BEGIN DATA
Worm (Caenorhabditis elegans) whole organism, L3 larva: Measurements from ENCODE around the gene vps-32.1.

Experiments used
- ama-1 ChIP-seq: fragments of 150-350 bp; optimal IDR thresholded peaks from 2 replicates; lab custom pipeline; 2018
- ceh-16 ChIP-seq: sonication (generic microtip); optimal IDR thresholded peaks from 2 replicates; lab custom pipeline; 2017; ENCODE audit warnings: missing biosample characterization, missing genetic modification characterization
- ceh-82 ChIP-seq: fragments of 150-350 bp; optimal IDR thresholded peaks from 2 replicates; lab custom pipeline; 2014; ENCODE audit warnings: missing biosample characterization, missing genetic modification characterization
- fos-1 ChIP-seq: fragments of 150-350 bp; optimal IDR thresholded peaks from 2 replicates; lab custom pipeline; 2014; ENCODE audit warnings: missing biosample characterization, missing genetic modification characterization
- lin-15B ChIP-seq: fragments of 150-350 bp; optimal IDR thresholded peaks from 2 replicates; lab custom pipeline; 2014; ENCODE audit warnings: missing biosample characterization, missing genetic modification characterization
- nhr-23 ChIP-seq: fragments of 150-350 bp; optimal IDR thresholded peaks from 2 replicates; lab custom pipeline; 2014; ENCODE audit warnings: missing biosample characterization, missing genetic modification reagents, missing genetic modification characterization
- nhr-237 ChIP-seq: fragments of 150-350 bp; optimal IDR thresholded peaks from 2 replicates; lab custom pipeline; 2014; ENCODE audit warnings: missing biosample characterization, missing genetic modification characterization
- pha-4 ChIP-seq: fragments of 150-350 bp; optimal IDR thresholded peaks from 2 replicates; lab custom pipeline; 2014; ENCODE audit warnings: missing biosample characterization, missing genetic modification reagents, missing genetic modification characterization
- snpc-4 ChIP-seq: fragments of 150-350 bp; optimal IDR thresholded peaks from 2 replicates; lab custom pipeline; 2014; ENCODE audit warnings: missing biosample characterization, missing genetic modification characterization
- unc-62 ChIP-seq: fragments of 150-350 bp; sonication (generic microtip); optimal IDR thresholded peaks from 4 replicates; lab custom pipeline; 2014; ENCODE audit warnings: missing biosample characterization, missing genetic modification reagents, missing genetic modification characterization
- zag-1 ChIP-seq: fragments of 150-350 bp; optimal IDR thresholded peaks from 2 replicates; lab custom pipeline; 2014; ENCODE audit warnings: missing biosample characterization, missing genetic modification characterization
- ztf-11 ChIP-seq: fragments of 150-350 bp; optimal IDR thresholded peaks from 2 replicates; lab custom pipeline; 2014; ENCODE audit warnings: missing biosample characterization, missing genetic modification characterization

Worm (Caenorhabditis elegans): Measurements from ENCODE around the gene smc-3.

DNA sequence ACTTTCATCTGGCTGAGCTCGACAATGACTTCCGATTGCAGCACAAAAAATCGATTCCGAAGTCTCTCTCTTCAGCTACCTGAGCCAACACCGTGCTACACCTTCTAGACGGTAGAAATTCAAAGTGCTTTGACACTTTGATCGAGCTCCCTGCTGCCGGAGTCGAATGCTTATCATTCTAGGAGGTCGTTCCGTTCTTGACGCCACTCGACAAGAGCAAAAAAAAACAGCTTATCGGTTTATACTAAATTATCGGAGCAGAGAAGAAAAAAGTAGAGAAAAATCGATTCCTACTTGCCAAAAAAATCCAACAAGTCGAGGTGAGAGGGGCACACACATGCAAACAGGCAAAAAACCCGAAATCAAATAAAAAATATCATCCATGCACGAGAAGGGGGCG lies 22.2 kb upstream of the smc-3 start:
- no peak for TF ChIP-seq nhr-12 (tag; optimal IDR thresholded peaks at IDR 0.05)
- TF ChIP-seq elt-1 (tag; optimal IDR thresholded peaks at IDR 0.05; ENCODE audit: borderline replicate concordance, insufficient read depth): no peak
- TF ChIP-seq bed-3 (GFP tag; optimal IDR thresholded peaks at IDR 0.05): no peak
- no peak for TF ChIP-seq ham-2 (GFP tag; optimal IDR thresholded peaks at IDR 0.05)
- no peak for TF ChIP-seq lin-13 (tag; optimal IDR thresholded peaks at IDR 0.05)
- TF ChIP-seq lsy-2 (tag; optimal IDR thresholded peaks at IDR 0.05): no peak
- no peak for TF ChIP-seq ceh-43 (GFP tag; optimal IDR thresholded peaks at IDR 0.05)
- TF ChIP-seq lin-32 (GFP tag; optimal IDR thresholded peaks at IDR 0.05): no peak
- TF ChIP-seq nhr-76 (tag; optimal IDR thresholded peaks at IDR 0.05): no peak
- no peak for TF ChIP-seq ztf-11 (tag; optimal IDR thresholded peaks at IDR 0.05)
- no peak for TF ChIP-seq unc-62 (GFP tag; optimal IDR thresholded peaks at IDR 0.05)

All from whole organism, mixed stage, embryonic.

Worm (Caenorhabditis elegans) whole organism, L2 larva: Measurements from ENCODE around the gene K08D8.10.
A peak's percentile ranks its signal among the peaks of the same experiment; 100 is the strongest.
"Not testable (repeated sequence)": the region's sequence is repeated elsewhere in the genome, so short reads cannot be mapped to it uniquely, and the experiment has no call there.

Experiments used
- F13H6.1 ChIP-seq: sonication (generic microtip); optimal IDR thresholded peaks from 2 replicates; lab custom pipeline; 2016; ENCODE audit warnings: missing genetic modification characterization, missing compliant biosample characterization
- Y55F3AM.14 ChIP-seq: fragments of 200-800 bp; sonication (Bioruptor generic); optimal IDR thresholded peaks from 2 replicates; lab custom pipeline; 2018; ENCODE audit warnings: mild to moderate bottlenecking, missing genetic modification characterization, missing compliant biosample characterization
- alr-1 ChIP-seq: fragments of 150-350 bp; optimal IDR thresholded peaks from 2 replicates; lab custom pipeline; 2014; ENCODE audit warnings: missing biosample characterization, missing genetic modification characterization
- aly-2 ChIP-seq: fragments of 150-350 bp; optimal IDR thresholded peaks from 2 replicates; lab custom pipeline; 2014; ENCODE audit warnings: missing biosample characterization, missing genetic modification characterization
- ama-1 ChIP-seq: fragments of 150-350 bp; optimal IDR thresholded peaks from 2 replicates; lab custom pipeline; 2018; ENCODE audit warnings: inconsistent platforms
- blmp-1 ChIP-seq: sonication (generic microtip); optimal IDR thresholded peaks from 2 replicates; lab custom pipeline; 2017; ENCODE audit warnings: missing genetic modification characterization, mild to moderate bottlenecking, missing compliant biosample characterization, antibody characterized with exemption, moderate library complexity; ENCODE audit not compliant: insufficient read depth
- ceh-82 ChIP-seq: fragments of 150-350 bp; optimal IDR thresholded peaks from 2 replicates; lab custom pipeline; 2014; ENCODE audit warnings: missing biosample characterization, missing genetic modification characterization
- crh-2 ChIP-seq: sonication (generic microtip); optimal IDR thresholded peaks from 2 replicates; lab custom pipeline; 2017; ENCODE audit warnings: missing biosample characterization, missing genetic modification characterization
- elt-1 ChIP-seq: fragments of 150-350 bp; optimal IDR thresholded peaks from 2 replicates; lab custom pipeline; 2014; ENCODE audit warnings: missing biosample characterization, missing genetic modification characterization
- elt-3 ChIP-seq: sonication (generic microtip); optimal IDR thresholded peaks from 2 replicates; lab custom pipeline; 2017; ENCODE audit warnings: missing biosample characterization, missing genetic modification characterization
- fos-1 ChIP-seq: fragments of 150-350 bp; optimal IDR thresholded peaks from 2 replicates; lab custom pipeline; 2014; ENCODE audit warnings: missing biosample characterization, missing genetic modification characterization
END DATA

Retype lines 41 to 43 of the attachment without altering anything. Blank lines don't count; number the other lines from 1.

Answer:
- elt-1 ChIP-seq: fragments of 150-350 bp; optimal IDR thresholded peaks from 2 replicates; lab custom pipeline; 2014; ENCODE audit warnings: missing biosample characterization, missing genetic modification characterization
- elt-3 ChIP-seq: sonication (generic microtip); optimal IDR thresholded peaks from 2 replicates; lab custom pipeline; 2017; ENCODE audit warnings: missing biosample characterization, missing genetic modification characterization
- fos-1 ChIP-seq: fragments of 150-350 bp; optimal IDR thresholded peaks from 2 replicates; lab custom pipeline; 2014; ENCODE audit warnings: missing biosample characterization, missing genetic modification characterization